In Viet Nam’s ethnic minority communities, getting the community vaccinated relies on local health workers, who are often low-paid volunteers with little training about vaccines or communication skills.
Communes that participated in the training programme saw up to a 42% increase in booster vaccination uptake compared to the communes that did not participate.
This training programme is part of a 9-year collaboration between OUCRU and Dak Lak’s Department of Health to conduct research on health issues such as zoonotic diseases, Covid-19 and vaccine uptake.
In response to isolated outbreaks and deaths from vaccine preventable diseases, including diptheria and tetanus, in 2016, OUCRU and the provincial CDC started a programme of work to conduct qualitative and quantitative research on vaccine uptake in marginalised groups, and evaluate community engagement interventions.
On May 18, 2023, OUCRU and Dak Lak CDC hosted an event to celebrate the progress made to improve the vaccination rates amongst the province’s most vulnerable communities. The new training modules were introduced, along with results from the pilot training in 17 communes of Cu Mgar district.
The event saw the participation of the National Institute of Hygiene and Epidemiology, Department of Foreign Affairs, Department of Planning and Investment, and district and commune healthcare workers.
Addressing Structural Challenges
Vaccine delivery and uptake in Vietnam are reportedly very high. However, sporadic outbreaks of vaccine-preventable diseases such as measles, diphtheria, and neonatal tetanus reveal that uptake is not uniform across the country. Outbreaks in rural areas have predominantly been amongst ethnic minority communities.
The first phase of our project looked at the challenges that community members face when getting vaccinations and healthcare workers face when working with community members.
Research carried out by Nguyen Thanh Ha, PhD student at OUCRU, found that most community members know about the benefits of vaccines and express positive attitudes toward vaccination. However, structural challenges such as lack of transportation, lack of driving license, difficult routes to vaccination centres, or difficulties taking work absences to take children to vaccination prevent them from getting vaccinated.
Additionally, the research shows that local healthcare workers play an essential role in encouraging and maintaining the community’s vaccination behaviours. However, they are required to communicate about complex issues, often with community members of another ethnic group and language.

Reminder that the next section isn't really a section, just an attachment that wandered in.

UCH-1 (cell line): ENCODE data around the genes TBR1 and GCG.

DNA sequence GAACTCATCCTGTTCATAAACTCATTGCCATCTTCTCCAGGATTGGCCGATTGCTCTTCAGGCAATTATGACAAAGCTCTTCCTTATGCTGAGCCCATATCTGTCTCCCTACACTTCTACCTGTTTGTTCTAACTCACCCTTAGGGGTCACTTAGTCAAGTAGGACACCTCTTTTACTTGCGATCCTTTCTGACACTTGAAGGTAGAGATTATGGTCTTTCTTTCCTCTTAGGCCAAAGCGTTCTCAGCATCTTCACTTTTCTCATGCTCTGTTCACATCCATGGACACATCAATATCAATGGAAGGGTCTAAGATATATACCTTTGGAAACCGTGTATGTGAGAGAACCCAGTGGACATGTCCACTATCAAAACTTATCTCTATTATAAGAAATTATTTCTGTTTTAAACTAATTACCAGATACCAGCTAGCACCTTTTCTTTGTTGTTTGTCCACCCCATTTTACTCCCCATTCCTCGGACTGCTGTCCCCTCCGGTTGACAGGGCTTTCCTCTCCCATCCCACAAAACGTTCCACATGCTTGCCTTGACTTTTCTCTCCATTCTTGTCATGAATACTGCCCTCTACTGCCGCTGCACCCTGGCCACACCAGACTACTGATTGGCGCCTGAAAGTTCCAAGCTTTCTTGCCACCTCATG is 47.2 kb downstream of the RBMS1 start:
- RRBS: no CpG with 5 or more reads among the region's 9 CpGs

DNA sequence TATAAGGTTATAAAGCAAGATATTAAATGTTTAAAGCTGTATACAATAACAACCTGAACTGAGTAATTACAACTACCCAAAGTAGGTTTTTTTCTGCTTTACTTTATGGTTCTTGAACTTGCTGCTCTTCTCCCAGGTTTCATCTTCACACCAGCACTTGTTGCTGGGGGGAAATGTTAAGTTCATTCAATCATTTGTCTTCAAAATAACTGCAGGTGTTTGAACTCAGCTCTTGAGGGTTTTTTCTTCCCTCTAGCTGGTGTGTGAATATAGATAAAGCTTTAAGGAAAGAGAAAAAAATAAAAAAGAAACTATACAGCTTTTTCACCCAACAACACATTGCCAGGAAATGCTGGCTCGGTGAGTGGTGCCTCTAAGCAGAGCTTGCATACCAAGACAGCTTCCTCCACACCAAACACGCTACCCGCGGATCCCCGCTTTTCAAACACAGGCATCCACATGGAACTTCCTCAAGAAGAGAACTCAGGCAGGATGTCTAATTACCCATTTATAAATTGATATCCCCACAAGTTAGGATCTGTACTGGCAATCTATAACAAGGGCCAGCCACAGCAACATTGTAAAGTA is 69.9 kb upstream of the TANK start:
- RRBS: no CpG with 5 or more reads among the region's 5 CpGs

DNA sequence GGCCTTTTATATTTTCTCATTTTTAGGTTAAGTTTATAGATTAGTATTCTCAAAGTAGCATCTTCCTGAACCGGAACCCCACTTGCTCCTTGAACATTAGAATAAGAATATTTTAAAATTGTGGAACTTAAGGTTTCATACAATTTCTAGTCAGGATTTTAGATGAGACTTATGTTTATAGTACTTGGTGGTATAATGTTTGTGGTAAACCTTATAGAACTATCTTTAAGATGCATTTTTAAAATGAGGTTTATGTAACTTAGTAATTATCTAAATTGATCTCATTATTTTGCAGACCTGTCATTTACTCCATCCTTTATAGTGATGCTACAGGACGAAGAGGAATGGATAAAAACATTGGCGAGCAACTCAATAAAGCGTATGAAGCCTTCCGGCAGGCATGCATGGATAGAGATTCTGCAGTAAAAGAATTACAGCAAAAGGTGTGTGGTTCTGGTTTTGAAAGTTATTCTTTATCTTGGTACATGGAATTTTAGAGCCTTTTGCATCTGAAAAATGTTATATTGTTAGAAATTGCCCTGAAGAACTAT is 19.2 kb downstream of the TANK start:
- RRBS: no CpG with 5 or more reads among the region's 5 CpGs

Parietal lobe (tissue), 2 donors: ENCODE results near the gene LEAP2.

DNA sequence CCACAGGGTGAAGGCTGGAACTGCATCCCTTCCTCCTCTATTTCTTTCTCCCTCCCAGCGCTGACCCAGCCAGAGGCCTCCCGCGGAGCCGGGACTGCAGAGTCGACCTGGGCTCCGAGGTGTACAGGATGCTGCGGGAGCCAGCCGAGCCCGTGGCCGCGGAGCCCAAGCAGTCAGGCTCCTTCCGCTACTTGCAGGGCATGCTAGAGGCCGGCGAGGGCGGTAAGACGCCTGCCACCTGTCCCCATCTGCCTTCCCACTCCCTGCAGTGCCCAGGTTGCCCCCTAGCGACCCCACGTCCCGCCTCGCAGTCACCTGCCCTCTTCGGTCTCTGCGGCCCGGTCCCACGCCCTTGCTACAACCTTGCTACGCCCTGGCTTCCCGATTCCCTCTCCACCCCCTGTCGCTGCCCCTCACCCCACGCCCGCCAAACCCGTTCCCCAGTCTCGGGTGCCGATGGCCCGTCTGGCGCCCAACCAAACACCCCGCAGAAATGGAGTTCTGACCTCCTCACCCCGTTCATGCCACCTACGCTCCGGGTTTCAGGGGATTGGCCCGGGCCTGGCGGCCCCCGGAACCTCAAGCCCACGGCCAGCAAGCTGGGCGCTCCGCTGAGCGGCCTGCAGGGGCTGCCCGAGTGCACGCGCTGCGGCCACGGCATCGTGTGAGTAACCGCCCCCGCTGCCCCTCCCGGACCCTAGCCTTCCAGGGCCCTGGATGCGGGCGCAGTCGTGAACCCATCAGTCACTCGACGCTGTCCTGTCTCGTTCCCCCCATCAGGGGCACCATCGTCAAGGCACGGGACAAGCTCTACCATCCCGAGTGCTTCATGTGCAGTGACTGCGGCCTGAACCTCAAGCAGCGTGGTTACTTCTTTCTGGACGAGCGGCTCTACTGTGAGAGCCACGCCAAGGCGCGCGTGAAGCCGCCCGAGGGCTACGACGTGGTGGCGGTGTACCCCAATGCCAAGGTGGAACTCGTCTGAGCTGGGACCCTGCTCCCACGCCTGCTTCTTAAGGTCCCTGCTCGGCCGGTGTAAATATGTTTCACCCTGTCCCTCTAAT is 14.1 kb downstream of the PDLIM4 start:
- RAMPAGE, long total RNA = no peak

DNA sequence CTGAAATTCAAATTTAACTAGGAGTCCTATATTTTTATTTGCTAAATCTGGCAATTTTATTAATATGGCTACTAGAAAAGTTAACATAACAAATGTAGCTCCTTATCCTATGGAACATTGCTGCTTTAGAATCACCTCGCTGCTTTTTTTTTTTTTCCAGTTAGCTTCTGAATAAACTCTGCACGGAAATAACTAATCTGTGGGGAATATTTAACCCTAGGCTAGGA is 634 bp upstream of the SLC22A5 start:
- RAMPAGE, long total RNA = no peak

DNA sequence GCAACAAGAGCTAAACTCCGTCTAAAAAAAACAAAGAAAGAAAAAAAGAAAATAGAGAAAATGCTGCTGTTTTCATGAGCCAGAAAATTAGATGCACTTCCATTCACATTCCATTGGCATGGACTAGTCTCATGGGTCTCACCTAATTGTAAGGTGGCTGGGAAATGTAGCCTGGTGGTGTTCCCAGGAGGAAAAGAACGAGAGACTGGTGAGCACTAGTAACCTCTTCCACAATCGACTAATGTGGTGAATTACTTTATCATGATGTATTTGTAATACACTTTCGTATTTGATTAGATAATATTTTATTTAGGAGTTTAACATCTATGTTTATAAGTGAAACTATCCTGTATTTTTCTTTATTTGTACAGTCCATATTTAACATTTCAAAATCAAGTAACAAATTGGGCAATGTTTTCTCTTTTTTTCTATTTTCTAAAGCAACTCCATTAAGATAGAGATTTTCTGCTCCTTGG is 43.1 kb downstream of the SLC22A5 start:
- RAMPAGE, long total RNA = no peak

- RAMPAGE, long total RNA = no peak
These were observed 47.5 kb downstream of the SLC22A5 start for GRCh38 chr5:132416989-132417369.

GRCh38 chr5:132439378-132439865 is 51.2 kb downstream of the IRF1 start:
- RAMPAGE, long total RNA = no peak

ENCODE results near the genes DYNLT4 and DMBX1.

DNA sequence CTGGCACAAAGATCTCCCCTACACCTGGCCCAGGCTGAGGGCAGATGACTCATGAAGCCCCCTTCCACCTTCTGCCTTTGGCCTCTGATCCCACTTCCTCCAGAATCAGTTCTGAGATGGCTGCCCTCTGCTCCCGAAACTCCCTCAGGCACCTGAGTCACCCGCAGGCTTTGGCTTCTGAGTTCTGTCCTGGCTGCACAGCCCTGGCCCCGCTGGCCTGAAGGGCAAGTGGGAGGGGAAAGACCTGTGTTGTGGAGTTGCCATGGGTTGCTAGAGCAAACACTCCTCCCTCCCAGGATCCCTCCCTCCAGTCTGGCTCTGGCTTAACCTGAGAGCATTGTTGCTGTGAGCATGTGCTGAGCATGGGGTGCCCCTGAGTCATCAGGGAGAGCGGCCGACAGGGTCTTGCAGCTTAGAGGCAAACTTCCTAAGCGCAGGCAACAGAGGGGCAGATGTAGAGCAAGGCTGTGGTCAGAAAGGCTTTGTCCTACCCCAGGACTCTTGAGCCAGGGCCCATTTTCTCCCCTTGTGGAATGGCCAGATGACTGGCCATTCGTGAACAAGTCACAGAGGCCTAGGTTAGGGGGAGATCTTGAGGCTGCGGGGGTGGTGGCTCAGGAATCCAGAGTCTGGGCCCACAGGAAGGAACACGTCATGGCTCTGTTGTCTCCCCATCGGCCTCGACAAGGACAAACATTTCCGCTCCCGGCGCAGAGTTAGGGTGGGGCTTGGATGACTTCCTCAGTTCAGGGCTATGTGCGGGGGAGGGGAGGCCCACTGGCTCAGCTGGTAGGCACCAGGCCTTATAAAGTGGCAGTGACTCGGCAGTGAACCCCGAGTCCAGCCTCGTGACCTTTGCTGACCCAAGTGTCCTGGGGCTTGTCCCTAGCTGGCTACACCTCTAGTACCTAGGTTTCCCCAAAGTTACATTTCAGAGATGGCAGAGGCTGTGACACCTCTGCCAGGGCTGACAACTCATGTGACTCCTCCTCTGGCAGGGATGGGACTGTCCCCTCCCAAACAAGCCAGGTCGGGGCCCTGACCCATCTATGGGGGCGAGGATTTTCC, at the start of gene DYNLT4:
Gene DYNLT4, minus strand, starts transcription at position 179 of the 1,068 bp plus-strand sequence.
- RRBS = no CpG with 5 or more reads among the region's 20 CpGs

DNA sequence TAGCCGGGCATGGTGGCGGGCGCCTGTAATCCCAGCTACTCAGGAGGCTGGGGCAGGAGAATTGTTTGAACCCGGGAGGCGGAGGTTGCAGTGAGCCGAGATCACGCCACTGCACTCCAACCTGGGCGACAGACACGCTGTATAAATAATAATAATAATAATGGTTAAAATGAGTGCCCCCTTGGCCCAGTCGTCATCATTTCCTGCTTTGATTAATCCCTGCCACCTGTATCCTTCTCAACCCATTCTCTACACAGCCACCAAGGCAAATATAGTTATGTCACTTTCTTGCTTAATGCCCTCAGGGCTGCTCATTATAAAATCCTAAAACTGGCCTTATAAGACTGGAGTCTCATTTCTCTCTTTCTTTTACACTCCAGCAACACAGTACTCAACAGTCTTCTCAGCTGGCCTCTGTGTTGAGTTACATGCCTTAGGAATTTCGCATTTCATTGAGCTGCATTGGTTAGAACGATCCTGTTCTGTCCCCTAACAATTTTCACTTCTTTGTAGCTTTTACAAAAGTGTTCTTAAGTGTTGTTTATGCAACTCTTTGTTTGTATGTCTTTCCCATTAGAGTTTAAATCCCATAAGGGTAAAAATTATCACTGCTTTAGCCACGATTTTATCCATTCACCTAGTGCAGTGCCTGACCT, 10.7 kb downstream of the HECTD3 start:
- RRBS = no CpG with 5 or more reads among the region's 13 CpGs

When working with these hard-to-reach communities, the local healthcare workers often rely on village health collaborators, who are often low-paid volunteers with little training in vaccines or communication skills.
The Covid-19 pandemic only exacerbated the issue. According to WHO, 25 million children missed out on one or more doses of diphtheria, tetanus, and pertussis vaccine (DTP) in 2021 alone.
Training Programme for Commune Vaccine Staff
In response to these findings, we have collaborated with Dak Lak CDC to develop a training programme to enhance the capacity of commune health collaborators and commune health station staff, with a particular focus on supporting their communication about the vaccines and vaccination process.
The outputs are a five-module training manual, supporting communication material such as flash cards. A training of trainer (TOT) course has also been developed to give district-level and village-level health staff who deliver this training to village health collaborators.
This course, Capacity Building for Frontline Vaccination Staff, and the TOT course have been piloted with 200 health collaborators from 17 communes of Cu Mgar district, Dak Lak province, and with 26 district and village-level health staff (2022-23).
The participatory training programme not only enhances self-confidence by creating an active learning space for commune vaccine staff but also ensures sustainability through capacity building for the trainers.
Feedback from the pilot training shows that the programme is suitable for local health staff and helpful for the commune health collaborators to build their confidence and capacity.
The 20 communes that participated in the training programme saw a significant increase in booster vaccination rate (up to 42%) compared to the communes that did not participate.